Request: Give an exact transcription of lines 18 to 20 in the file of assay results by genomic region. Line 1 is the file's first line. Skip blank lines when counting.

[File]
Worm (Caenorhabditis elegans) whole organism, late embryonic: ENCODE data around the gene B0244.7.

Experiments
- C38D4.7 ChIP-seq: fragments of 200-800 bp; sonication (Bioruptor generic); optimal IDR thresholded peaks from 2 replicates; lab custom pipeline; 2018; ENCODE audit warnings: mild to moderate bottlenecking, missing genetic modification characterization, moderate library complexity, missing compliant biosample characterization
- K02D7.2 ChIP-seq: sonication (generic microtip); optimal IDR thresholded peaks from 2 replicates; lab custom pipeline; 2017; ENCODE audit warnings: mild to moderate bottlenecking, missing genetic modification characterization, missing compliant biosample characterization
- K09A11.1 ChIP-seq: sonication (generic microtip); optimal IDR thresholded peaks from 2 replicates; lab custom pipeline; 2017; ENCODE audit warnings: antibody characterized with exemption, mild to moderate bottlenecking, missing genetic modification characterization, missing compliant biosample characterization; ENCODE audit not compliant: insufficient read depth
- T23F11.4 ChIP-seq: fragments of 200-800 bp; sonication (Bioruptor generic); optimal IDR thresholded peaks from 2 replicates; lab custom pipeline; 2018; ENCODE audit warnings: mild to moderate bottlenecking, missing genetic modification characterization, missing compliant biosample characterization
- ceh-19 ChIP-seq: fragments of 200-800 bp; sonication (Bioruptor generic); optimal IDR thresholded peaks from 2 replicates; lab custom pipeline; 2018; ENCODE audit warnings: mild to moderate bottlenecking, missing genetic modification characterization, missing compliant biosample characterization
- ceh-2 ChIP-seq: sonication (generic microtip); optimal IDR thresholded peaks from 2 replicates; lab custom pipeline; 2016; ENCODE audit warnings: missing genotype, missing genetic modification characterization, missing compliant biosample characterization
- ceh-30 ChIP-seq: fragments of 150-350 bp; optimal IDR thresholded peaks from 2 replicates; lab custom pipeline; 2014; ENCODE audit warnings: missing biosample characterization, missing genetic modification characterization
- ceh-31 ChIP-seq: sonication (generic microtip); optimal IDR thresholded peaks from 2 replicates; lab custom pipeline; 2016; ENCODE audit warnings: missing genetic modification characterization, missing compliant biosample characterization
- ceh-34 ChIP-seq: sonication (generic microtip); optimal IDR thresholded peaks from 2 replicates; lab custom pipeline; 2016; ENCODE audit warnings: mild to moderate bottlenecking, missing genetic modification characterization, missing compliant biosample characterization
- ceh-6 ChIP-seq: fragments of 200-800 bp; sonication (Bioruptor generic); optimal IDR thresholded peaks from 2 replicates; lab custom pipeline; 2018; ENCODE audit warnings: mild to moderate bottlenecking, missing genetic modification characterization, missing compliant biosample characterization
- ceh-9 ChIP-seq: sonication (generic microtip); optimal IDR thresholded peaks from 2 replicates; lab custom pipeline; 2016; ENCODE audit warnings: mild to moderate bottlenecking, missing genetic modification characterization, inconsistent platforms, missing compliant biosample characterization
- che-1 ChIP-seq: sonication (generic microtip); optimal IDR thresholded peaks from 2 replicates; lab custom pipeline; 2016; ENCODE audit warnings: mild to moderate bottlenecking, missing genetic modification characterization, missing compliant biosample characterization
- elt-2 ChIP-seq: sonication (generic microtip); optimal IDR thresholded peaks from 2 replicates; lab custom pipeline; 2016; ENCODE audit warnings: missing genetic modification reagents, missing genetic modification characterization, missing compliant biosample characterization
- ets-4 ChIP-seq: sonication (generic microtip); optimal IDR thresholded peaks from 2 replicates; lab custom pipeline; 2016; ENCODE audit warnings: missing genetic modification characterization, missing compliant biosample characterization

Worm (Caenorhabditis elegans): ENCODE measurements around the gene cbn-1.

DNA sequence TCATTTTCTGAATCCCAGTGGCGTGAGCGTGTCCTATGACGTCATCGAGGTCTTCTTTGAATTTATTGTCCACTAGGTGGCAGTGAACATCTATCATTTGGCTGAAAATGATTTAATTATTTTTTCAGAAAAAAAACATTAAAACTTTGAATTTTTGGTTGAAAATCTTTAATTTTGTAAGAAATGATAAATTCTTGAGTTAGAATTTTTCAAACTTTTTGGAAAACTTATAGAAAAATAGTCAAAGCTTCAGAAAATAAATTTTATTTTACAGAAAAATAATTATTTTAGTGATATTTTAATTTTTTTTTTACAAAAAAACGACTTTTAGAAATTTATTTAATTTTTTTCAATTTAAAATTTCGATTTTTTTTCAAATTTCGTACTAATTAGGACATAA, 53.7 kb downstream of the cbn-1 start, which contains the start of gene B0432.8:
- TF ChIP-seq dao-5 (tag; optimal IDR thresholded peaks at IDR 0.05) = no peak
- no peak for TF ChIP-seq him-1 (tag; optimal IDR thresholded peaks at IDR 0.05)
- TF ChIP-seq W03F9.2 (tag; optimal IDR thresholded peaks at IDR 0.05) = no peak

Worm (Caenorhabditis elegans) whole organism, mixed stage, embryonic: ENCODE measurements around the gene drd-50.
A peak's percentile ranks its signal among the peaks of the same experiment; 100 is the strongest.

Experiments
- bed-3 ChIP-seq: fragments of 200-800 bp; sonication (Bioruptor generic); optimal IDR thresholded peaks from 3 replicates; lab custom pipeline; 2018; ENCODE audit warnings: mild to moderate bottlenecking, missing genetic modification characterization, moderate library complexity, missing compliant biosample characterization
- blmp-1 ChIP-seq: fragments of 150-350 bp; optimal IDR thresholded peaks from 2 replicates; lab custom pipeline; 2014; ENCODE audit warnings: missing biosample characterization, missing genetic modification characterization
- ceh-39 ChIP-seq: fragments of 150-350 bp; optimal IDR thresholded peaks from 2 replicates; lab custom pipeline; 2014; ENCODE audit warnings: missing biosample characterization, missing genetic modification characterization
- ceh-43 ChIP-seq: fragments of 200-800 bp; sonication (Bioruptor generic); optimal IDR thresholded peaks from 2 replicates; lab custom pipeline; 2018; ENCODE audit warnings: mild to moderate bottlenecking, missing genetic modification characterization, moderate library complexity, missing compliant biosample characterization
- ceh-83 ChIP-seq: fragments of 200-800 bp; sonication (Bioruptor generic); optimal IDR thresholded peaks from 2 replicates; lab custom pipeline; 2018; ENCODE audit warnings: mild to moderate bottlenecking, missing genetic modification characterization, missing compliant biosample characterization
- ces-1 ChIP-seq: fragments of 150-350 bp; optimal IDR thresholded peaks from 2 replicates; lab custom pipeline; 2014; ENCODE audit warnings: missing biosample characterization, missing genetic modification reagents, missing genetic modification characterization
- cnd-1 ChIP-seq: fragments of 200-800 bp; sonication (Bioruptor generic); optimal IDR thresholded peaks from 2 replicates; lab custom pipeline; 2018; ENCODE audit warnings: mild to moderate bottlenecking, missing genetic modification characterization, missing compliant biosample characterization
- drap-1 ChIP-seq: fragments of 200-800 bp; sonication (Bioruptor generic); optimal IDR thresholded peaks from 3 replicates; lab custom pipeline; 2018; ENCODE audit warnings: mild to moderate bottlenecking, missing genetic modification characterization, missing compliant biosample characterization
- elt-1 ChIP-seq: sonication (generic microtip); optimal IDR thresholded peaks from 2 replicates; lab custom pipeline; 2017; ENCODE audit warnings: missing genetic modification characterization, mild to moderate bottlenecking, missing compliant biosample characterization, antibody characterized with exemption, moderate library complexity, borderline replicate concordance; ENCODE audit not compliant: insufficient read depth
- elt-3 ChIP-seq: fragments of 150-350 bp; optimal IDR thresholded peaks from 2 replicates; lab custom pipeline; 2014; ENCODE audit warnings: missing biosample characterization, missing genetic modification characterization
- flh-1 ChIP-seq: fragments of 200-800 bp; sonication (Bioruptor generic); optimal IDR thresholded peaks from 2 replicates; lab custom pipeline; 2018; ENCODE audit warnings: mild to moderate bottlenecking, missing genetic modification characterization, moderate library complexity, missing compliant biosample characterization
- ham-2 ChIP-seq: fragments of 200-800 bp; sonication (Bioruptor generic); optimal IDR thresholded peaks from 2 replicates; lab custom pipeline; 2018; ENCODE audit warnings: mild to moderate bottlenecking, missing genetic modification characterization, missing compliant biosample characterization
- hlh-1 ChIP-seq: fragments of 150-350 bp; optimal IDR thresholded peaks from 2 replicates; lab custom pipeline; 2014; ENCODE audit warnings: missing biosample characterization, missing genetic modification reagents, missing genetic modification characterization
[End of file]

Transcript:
DNA sequence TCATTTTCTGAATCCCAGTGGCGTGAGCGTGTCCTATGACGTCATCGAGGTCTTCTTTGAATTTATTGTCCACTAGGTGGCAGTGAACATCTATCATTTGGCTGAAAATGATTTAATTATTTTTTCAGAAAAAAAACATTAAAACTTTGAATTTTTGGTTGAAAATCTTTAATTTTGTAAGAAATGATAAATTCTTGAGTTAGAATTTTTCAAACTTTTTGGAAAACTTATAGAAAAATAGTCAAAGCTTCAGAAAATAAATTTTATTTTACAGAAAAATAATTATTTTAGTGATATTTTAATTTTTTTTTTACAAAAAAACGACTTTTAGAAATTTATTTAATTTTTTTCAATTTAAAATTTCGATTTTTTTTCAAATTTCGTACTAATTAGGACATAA, 53.7 kb downstream of the cbn-1 start, which contains the start of gene B0432.8:
- TF ChIP-seq dao-5 (tag; optimal IDR thresholded peaks at IDR 0.05) = no peak
- no peak for TF ChIP-seq him-1 (tag; optimal IDR thresholded peaks at IDR 0.05)